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[MR DODSON AT MARLBOBOUGH- ! TOWN. Mb Dod39N addressed a crowded meeting ot eleators at the Marlborouehtown Public ■ Hall da Saturday night; The rdord was orowded; and a largo namber being uaable to obtain admission, listened to the proceedings from outside the hall. The chair _waa taken by Mrßiohard Matthews, who introduced the candidate m a few appropriate words.

Mr Dodson addressed the meeting at some length, going over similar ground to that dealt with m Blenheim. He specially thanked the electors of tha Spring Creek district for their vote at the last election! They had been supposed to be hostile, : bnt : the result proved that the iact, so far as residential electors was concerned, was otherwise; Be hoped that their' ddrifi-' deaee m him would be continuedj for he could show that it. had not been reposed m vain. He ma4a special reference to local topics; particularly to tile Wairau Bridge. As to this, he paid a marked tribute to Mr Rioliard Matthews' servio<;s m connection with it, and said that he (Mr Dodaon) and Mr Conolly worked -together as one man for the Wairau Bridge and other public works, although sometimes they were voting on different sides of the house. Mr Dodaon also referred to the disorganisation of the Opposition, the Hospital, the special trains, and the', road from Spring Creek to Benwioktown/' He had been accused of patting members of his family into public positions. His brother George had been put on the -Lands Board without his knowing anything'about it, and "the Government had actually objected to a name he had brought forward, and passed it over m favor of his brother. He referred also to the North Island Trunk K? ! lway, Anrieiation and Federation, and the provinoip. 1 . liabilities. He asked them to re-elect him so that he might finish the work he had begun. He would stand one one side for a better man, bat sach a mm had not yet j been put forwpvd (Cheers).

Mr F. McNellis asked if Mr Dodson would support Sir Geo. Grey's Constitution Bill to' abolish the. : Legislative Council, which was an ineumbrance to the colony.

Mr Dodson would not support Sir.Geo. Grey m any bill he brought fbrward.' Jle would rather stay at-home than do that. Grey had really no wish to abolish ;the Council, and his attempted legislation was', always complete humbug. ~ He (Mr • D.) was not favourable -to abolishing the Upper House altogether, but he would like to see it elective, and smaller m number. . .. .

Mr McNellis said Sir George Grey waa the representative of the working men of the colony^ and their champion! He was the Gladstone of New Zealand, arid/yet Mr Dodson was not prepared to folloip him.

Mr. Dodson said he belonged to the working classes and his- instincts nwarg with them, but he did not. speak as ! the special representative of that or any other class. Sir George Grey's assumption to specially represent the working man -waa sheer buncombe.

In reply to a question, from MrPirani as to tho Property Tax, Mr Dodson said he would exempt growfng crop' 3 and wool on the sheep's back. • ' ; - ■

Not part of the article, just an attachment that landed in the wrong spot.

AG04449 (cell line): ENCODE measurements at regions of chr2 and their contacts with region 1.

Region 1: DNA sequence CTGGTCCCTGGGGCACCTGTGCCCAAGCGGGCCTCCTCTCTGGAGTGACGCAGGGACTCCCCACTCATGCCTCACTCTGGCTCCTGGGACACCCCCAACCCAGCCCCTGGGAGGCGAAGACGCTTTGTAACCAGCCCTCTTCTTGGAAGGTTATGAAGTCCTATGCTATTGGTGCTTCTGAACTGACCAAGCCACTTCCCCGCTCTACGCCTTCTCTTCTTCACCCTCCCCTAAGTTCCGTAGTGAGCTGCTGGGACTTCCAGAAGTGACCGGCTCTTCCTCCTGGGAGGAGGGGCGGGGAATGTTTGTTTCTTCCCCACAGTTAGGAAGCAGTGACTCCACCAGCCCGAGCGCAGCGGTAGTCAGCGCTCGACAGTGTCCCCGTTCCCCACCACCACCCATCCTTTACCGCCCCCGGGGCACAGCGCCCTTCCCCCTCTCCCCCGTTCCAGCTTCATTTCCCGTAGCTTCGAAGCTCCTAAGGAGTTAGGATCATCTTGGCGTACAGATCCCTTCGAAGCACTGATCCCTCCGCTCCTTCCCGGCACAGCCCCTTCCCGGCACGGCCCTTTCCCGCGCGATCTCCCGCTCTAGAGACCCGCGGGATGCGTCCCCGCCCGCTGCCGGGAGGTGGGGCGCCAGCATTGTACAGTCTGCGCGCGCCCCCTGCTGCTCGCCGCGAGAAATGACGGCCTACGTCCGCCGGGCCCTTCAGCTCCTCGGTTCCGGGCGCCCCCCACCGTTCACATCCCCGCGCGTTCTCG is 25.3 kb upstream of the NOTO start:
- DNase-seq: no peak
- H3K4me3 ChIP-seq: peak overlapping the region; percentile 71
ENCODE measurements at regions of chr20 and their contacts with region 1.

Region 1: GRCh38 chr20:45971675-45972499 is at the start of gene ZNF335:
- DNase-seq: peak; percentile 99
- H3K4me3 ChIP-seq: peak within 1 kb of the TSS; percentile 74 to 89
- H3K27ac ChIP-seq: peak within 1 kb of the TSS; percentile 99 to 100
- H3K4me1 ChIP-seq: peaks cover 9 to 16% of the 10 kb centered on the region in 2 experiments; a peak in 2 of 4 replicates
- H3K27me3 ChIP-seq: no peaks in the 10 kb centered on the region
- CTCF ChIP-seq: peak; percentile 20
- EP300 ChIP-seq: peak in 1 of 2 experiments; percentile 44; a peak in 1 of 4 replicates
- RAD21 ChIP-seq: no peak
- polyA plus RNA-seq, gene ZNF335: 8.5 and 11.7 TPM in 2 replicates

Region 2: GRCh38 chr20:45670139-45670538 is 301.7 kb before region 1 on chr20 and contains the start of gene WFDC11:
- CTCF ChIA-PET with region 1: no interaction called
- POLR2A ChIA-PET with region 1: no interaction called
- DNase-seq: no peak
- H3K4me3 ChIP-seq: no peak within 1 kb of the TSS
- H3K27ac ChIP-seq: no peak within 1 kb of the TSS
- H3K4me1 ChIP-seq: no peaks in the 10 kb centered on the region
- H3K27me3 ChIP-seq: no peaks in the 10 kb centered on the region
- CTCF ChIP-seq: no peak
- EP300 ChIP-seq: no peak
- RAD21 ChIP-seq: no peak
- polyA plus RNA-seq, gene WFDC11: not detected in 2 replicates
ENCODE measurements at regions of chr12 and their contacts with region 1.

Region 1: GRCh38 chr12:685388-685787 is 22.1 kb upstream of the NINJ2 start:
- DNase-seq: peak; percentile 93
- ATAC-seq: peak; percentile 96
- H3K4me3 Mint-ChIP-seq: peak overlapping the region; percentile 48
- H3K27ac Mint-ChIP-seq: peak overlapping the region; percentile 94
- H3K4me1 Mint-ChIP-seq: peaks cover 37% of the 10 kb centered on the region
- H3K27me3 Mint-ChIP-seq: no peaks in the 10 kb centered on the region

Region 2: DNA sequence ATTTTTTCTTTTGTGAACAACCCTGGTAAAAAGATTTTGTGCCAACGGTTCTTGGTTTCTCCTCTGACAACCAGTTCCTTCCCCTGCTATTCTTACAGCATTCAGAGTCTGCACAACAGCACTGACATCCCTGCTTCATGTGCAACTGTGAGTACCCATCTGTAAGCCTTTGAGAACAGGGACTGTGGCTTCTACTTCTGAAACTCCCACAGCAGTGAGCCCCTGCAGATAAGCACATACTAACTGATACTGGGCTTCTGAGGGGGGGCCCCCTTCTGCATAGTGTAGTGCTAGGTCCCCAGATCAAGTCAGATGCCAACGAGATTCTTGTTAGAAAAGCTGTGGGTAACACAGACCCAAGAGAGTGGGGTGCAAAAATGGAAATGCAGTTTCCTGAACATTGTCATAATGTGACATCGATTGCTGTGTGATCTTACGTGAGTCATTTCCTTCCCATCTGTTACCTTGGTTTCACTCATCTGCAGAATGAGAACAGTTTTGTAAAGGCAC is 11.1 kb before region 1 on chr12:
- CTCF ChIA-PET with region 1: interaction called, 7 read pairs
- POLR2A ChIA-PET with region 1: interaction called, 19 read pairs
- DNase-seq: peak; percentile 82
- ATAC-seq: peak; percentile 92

Mr Joseph Redwood asked for an explauation as to the provincial liabilities. Mr Dodson said that be spoke of a distinct thing called Provincial Liabilities, and not of the votes of the year to which Mr Ward referred. A good many saoh votes were put on, bat they wera not all spent. What Mr Ward missed were saoh things as the extension of the road to Dillon's Point, which they only got from Government within the last few months. As for the parliamentary votes a number were pnt on every year, and, as far as he was coucerned, he took care that they were not put ou without being spent. Mr Joseph Redwood said that every farthing of the £15,000 mentioned by Sir Ward had been spent m the province.

Mr Dodaon reminded Mr Redwood thkt several of the votes were not carried oat till long after Mr' Ward left Parliament. Mr Ward never got a roid or a bridge made. As for the extension of the line into Blenheim it was done by Mr Maoaddrew four years after Mr Ward left' the House.

Mr Prichara asked if tha L 5.000 for tha OUrenoe Bridge was not part of tha L 15,000, and whether that was spent; - " Mr Dodson said it was part, r of tha Lls,OoQ,.and had iigt been,gpejiit« fMessrs' O'Neil, Pirani, ana Charles Elliot, repeated questions put.tjy tliem^at Ewarf's Hall, ana Mr Dodsbh replieai i ' Other questions having beeu put and answered to the satisfaction of the andienoe, Mr C. Stagg proposed a vote oi thanks and oonfidenoe. It was seoonaed by Mr Lankow, and carried by # acclamation, and with only a few dissentients. Mr Dodson thanked the meeting for its confidence, and proposed a vote of thauks to the Chairman. This was carried, and tho proceedings came to an end.

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Bibliographic details

THE WAIRAU ELECTION., Marlborough Express, Volume XX, Issue 156, 7 July 1884

Word Count

THE WAIRAU ELECTION. Marlborough Express, Volume XX, Issue 156, 7 July 1884

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